I’ve now been travelling for almost three years (with reasonable periods of work in between), so I’ve developed a sort of system for packing. Recently, when I did separate motorcycle trips (which included quite long periods of not motorcycling) through the South and the Northeast of India, I needed all my skills to pack everything I needed. The trips were challenging because:

  1. Over the course of four months, I would encounter every type of weather: extreme cold, moderate cold, rain, moderate heat, extreme heat. Some nice weather too, but who cares about nice weather?
  2. I would be spending a lot of time on my motorcycle
  3. I would be staying in a variety of accommodation: hotels, guest houses, hostels, tents, my own tent
  4. I would be doing a variety of things: hiking, running, walking, going on safaris, going out for dinner
  5. In addition to all this, I would be working on my laptop and so needed a consistent internet connection

Because I’m also extremely lazy, I had two additional constraints which made things interesting:

  1. When I reached the place I was going to stop at for the night, I had to be able to carry everything (including the helmet, motorcycle gear, all my luggage, and so on) to my room in one trip.
  2. None of my packing could be motorcycle-specific, because I was also hiking, and would even be leaving the motorcycle behind for multiple days at a time while I walked to a place.

So, interested in knowing how I managed to take it all while still being able to carry it all at once? Here we go!

Carrying it all

I use the Osprey Farpoint 80 for my travels. It is actually comprised of two backpacks: one 65L and one 15L. It is easily the most reliable thing I have ever bought. All the zips work after many years of abuse.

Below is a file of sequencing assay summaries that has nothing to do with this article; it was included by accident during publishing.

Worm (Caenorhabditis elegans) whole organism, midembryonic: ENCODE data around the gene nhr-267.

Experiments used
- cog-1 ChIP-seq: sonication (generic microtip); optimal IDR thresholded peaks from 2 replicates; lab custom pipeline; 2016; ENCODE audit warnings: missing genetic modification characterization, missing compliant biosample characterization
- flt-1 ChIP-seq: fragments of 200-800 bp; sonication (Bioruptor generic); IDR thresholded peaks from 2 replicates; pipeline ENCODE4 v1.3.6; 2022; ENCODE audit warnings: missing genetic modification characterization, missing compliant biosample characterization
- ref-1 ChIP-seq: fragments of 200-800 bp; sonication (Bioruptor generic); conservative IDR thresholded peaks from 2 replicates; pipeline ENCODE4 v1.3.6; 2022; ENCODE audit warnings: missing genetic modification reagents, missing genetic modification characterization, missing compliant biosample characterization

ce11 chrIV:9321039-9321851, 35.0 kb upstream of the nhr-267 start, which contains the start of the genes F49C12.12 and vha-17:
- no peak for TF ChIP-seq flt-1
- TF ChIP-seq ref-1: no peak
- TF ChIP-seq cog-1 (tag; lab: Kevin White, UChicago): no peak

To be fair, it is more of a “backpacking” (in the sense of traveling through cities) backpack than a hiking (in the sense of spending days at a stretch in the mountains) backpack, which means there are few things missing: a “brain” (substituted by a much smaller, but still convenient, pocket on the smaller backpack), places to put food on your waist strap, and so on. But it’s sturdy, it’s comfortable, and carries everything in this list beautifully. Note that I say that this is not a hiking backpack, but this is exactly what I used on my 650 km long jaunt through the French Alps.

For motorcycle trips specifically, some people like saddle bags, but I think they are quite useless. I will postpone justifying this strong opinion to a separate post because this one has gotten quite long already.

Everything, arranged neatly

I’ve seen these kinds of pictures on so many websites now that I just had to take one of my own.

Packing stuff!
Almost all the stuff!


  • 3 Shirts and one Kurta: The idea here is to have something that you can wear when you go for dinner, or are spending time not hiking or in a bus. There’s no need for four shirts, but they’re always good to have. Full-sleeve shirts become an extra layer in the cold. They are nice to wear if you are going out. A kurta-type thing helps in general because it’s comfortable in the heat.
Shirts and T-shirts
  • 4 T-shirts: Contrary to the shirts, there is always a need for T-shirts; take as many as six if you you feel like it. You can wear them during the day, night, or even twilight. They can be worn inside of a shirt for extra warmth, and they can be worn by themselves on hot days. They can be used as towels when you forget your towel or if its stolen, lost, or just flies off your motorcycle.